That's a really important point, because as we're talking the other day, a lot of investigators, regardless of whether you're state, local, federal, or in the private sector, they may be really good investigators at traditional crimes and in traditional investigations, but they might be intimidated by the dark web.
But really what you're saying is, it's very similar in to a real world investigation, except that you're focusing more on the money and who benefits from the financing side of this, right? Because eventually the criminal that's committing whatever act they're getting paid, right? That's really the important point.
At a high level, it's the same techniques that go on in any, and I use narcotics as an example, just because everyone has heard of AlphaBay market, right?
A place to buy drugs, but it's viewing the entire crime, the entire ecosystem around the crime. It's not just the transmission of drugs, it's not just shipping products it's also the financial piece of it.
And what's really useful and relevant, particularly with the dark end investigation is, you can gather these deposit addresses and withdrawal addresses through dark net research. And doing that, combining it with cryptocurrency tracing techniques, working closely with exchanges, for example, you can identify leads to figure out who these people actually are, and that it's been quite successful in many cases.
Let me ask another question, I guess, you also talked about using crypto to bring intelligence out of the dark. Can you talk a little bit more about that?
What were you able to see on the forums and how you're able to connect those things?
Right. I mean, I can at a high level use a case as an example. When I was with the IRS, I worked at the investigation of Grant's Helix, it was a search engine for narcotics as well as a mixing service that served most of the major dark net markets, AlphaBay, Hansa, and most others.
And when that investigation started, all we had was a moniker. And so what we did is a lot of dark... To begin, obviously, any investigation, you're going to do a lot of research, a lot of intelligence gathering.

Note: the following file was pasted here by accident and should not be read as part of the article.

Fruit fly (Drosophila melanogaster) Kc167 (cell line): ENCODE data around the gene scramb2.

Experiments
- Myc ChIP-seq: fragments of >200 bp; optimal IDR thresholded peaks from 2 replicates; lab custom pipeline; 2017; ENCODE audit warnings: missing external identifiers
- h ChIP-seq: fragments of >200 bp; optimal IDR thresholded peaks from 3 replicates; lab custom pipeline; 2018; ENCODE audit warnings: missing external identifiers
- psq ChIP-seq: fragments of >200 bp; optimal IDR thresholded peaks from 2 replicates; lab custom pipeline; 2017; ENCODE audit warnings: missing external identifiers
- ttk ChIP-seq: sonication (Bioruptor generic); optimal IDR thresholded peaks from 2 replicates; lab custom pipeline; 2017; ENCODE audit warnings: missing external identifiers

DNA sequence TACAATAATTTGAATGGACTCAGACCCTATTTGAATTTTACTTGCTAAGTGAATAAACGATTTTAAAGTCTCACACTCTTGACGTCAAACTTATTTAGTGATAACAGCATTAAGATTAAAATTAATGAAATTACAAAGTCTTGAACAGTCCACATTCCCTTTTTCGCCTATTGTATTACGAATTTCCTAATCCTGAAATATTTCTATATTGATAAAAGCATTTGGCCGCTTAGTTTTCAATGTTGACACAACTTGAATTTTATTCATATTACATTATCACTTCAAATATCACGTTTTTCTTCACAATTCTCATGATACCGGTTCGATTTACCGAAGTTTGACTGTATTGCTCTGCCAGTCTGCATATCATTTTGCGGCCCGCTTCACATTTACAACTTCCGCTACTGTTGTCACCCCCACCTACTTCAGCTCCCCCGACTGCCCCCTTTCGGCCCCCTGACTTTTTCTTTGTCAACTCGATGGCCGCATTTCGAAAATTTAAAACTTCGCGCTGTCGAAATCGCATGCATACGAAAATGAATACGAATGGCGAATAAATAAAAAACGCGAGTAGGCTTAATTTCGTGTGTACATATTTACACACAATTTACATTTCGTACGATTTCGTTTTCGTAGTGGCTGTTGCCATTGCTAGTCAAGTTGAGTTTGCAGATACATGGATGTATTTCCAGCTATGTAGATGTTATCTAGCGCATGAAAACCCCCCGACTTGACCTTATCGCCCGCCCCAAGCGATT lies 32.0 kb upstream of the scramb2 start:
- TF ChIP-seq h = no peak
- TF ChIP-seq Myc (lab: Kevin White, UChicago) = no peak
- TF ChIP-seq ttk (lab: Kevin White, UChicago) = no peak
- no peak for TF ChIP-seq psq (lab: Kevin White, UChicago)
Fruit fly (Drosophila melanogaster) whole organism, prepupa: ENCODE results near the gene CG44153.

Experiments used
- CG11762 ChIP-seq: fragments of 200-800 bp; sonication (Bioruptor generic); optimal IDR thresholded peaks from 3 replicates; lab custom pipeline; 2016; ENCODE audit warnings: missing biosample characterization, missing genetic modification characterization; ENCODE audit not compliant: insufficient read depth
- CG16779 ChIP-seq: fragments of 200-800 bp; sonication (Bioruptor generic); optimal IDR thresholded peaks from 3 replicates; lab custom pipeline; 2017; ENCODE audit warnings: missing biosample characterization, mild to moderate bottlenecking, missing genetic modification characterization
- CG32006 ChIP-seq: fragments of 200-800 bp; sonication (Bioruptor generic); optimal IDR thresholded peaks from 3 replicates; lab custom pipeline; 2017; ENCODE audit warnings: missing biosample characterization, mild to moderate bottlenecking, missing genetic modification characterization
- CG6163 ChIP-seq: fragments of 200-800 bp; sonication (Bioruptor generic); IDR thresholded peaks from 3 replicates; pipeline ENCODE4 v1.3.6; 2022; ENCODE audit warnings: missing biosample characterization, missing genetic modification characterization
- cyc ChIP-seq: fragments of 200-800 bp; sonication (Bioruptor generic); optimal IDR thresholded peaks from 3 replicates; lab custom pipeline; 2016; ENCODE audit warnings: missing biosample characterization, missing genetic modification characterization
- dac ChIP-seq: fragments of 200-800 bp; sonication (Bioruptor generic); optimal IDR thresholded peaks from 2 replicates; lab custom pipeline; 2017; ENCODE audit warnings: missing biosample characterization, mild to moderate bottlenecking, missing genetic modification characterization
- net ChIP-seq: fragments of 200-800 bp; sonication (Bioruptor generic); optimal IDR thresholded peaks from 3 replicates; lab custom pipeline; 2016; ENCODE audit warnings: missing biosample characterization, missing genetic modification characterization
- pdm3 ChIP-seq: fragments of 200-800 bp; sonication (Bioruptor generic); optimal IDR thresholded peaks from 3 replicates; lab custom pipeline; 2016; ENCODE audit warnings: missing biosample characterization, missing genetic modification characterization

In this case, we began taking a look at that service, trying to look at the payment infrastructure, both withdrawals and deposits. And what you're trying to do is identify those addresses as a starting point.
And using that intelligence, you're building out the financial picture of how the system works, how payments are deposited, how withdrawals are taken out, and you're trying to trace them in both directions for a number of reasons.
One, to prove that the funds are involved in illicit activity and to attempt to identify where the funds go. And two, to try to identify again, how is the operative of that making money? And in that case through lots of research on the dark net, lots of blockchain analysis, we caught on to how the fees from the service were generated. And that's what eventually led us in the direction of identifying the administrator behind it.
Those end up being all these different pivot points as an investigator, while you started on the dark web and with crypto, it's taking a lot of directions as any OSINT analysis might go from that point?
I would describe a dark net investigation in particular is an OSINT investigation on steroids. You're doing the same techniques, you're using an OSINT, obviously there's a little bit more trade craft involved given the dark net actors do take precautions.
There's a reason they're on the dark net, right? They don't wantto be found. But what you're really looking for is those, I mean, needles essentially, right? Needles in the stack to pull that thread.
And in my experience, I found one of the most successful ways to do that is focusing on the crypto angle. Because again, you have this powerful tool, you have a public blockchain that allows you to follow the flow of funds.
And by doing that, targeting the financial motivations of these crimes, of these activities, it gives you that ability to pierce through the veil of the dark net and figure out who actually is behind these.
I guess, in your experience, what has been the most surprising thing related to the dark web, cryptocurrency and all that? I guess, were you surprised by the effectiveness of focusing on the crypto?
I mean, I'm a former IRS agent and our whole thing is follow the money, right? The agency still talks about taking out Al Capone on tax evasion.
Personally, I don't know that I was surprised by that, because I think in every investigation I worked, whether it was cyber or traditional crime, money is always the weakness.
It's always the thing to focus on in my opinion. Obviously every other piece of investigation is important, but the vast majority of criminal activity is motivated by money.
And following the money, identifying where it goes, that's proven key time and time again, whether it's a terrorism investigation, whether it's child pornography, whether it's in the IRS money laundering was one of our big focuses.
That's always in my experience, one of the key facets to successfully identify and prosecute these guys.
That's really impressive, and it's probably something that people many times discount or maybe overlook. Are there any other specific takeaways for the audience before we wrap up here?
Anything else you'd like the audience to know, anything else that you'd like to leave them with?
Certainly, I mean, again, I can't stress enough when you're doing your research, everything is relevant. You'd be surprised the random moniker that you picked up six weeks ago, that you thought nothing of, that can be the key to the next case. When you're doing your research, when you're looking through these forums, when you're trying to identify leads, consider the financial piece, consider the identifiers, and even to some degree the language used.